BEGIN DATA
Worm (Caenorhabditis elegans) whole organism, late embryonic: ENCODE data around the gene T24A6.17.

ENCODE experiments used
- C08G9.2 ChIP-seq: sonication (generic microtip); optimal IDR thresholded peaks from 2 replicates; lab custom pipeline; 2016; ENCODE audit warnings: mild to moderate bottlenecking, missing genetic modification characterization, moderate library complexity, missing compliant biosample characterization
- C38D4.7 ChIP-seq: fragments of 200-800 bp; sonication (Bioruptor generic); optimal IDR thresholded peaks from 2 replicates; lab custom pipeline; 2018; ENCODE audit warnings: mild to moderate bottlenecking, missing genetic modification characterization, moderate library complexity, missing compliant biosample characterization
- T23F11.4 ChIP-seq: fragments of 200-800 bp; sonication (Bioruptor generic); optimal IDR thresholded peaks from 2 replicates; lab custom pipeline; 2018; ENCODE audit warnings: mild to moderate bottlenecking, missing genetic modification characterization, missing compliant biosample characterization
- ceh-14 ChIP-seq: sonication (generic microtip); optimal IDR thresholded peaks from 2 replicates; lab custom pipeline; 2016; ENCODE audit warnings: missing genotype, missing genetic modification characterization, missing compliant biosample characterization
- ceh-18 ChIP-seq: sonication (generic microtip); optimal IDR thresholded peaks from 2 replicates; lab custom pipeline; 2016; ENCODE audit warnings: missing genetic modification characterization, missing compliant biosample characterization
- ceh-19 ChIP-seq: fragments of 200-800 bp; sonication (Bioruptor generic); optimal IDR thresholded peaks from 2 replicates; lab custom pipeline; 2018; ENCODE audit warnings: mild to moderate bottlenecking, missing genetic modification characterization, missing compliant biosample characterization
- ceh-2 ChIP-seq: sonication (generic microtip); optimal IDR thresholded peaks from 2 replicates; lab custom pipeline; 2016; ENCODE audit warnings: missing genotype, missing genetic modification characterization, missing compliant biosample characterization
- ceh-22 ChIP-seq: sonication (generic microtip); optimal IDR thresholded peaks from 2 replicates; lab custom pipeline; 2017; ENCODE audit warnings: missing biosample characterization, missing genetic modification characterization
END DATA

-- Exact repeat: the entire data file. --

Worm (Caenorhabditis elegans) whole organism, late embryonic: ENCODE data around the gene T24A6.17.

ENCODE experiments used
- C08G9.2 ChIP-seq: sonication (generic microtip); optimal IDR thresholded peaks from 2 replicates; lab custom pipeline; 2016; ENCODE audit warnings: mild to moderate bottlenecking, missing genetic modification characterization, moderate library complexity, missing compliant biosample characterization
- C38D4.7 ChIP-seq: fragments of 200-800 bp; sonication (Bioruptor generic); optimal IDR thresholded peaks from 2 replicates; lab custom pipeline; 2018; ENCODE audit warnings: mild to moderate bottlenecking, missing genetic modification characterization, moderate library complexity, missing compliant biosample characterization
- T23F11.4 ChIP-seq: fragments of 200-800 bp; sonication (Bioruptor generic); optimal IDR thresholded peaks from 2 replicates; lab custom pipeline; 2018; ENCODE audit warnings: mild to moderate bottlenecking, missing genetic modification characterization, missing compliant biosample characterization
- ceh-14 ChIP-seq: sonication (generic microtip); optimal IDR thresholded peaks from 2 replicates; lab custom pipeline; 2016; ENCODE audit warnings: missing genotype, missing genetic modification characterization, missing compliant biosample characterization
- ceh-18 ChIP-seq: sonication (generic microtip); optimal IDR thresholded peaks from 2 replicates; lab custom pipeline; 2016; ENCODE audit warnings: missing genetic modification characterization, missing compliant biosample characterization
- ceh-19 ChIP-seq: fragments of 200-800 bp; sonication (Bioruptor generic); optimal IDR thresholded peaks from 2 replicates; lab custom pipeline; 2018; ENCODE audit warnings: mild to moderate bottlenecking, missing genetic modification characterization, missing compliant biosample characterization
- ceh-2 ChIP-seq: sonication (generic microtip); optimal IDR thresholded peaks from 2 replicates; lab custom pipeline; 2016; ENCODE audit warnings: missing genotype, missing genetic modification characterization, missing compliant biosample characterization
- ceh-22 ChIP-seq: sonication (generic microtip); optimal IDR thresholded peaks from 2 replicates; lab custom pipeline; 2017; ENCODE audit warnings: missing biosample characterization, missing genetic modification characterization